Being upside down in a car is very common, and mostly accepted in society. My previous comments were designed to hopefully pull some of the air out of other's comments that were fairly insulting, yet based on skewed data and ideas.
  • mac24mac24 Posts: 3,910
    That's funny about the military folk. Visably living beyond your income has got to either invite pity ("I guess he just can't control himself!"), or suspicion ("I wonder if he had anything to do with that missing tank!").


    After a couple of painful mistakes early in life, I learned that I sleep much better if I spend a little less than my income.
  • boomer1bboomer1b Posts: 348
    Folks RUN and get into a financial transaction.

    (car, house, whatever)

    Then end up over their head and whine about it in a public forum ????????


    Some comments both good and bad are deserved !!!
  • cdnpinheadcdnpinhead Forest Lakes, AZPosts: 4,569
    It's not so much what's wanted vs. what's needed as it is what's wanted vs. what can be afforded.


    Need is a very subjective term in the car world.


    Transportation is nearly never what it's about.


    "You are what you drive" is the mantra on the west coast, and elsewhere, it appears.


    I've had tons of fun in rental crap because I just enjoy driving. Driving something nice is better, but driving at all is the deal. Most don't share this point of view.
  • jlawrence01jlawrence01 Posts: 1,828
    Driving ANYTHING beats walking or waiting at night in subzero weather for a city bus. Been there, done that.
  • steine13steine13 Posts: 2,706
    "I understand that being upside down on a car loan is completely acceptable in society. (I just wish the radio commercials were a bit less obnoxious.) Those in the auto industry thrive on this perpetuated state of affairs."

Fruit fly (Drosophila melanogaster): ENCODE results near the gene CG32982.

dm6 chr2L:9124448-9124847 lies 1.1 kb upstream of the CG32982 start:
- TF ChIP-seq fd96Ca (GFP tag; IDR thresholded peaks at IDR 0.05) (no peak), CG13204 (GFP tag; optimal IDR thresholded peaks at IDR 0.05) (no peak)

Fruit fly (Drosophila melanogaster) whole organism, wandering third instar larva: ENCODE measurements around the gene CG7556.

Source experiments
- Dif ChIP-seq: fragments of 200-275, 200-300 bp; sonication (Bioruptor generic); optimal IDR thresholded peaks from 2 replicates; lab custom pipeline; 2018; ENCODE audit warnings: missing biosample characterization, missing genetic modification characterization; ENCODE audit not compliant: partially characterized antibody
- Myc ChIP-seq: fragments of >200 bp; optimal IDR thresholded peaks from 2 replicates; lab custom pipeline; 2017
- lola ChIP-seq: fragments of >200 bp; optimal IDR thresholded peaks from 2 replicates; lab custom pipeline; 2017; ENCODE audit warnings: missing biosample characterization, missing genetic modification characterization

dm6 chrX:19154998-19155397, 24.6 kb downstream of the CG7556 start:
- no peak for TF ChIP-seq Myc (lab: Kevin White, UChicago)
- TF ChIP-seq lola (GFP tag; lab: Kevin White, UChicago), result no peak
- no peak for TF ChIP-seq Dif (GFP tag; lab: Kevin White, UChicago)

I dunno about "acceptable" and if it matters. It's a fact that lots of people are upside down, maybe half.


    But whether the auto industry "thrives" on this -- it's a difficult question. Lots a people are trading too soon, and rolling "negative equity" into the new car. How often can you do that before the dealer says, sorry, need $$ or I can't do it? For many folks, they're done trading until they can find some cash.


    A lot of cash was found by refinancing houses. That's gonna get tougher as interest rates rise. Without outside cash, the domestics have a huge edge by giving $4-5k rebates to hide the negative with... that is one reason the big rebates continue... I don't know if you could bury $4k neg in a Camry, where it would be safer than in a Mitsubishi, say.


    IF more and more people find they can't trade anymore because they are too far in the hole, that is going to affect the domestics in a huge way. What do the salespeople around here think? Do you have to turn people away more often? Do you see this as a big problem for the next coupla years?


    As a friend of mine likes to say "Where would the world economy be if the American consumer behaved responsibly?"


  • jlawrence01jlawrence01 Posts: 1,828
    ***I see generally good advice being given, but it's not emphasized enough, KEEP your car until your negative equity is gone is almost always the BEST course of action, but from what I read, not often followed.***


    The BEST course of action is to keep your ride until you have your **NEXT** car paid for ...
  • The only thing you can do is to continue to make payments on this vehicle. You do not want to mess up your credit history, even if your credit is not the best, one of the worst things you could possibly do to your credit is file bankruptcy or get a reposession. If you care about your credit your option would be to first make sure that you have a good history with your finance company if you do, you have more room to negotiate a better percentage on the loan. 2nd make sure that you know what payment would be comfortable for you if you think 300 would be a great payment then tell the lender what you are looking to do. If they approve your request this may add a few more months to your contract but at least you will feel a whole lot better paying 300 per month over 456 a month. That way if you have a repair you wont feel like you are so upside down. Try that first and then let me know what happened.
  • driftracerdriftracer Posts: 2,692
    automotive lenders don't refinance car loans, and going through the person's bank or credit union requires proper structuring of the loan, meaning the loan amount has to be in line with value, and you're already buried, the amounts don't, and won't match.


    Great idea, just not very feasible.
  • cdnpinheadcdnpinhead Forest Lakes, AZPosts: 4,569


    Discipline actually works.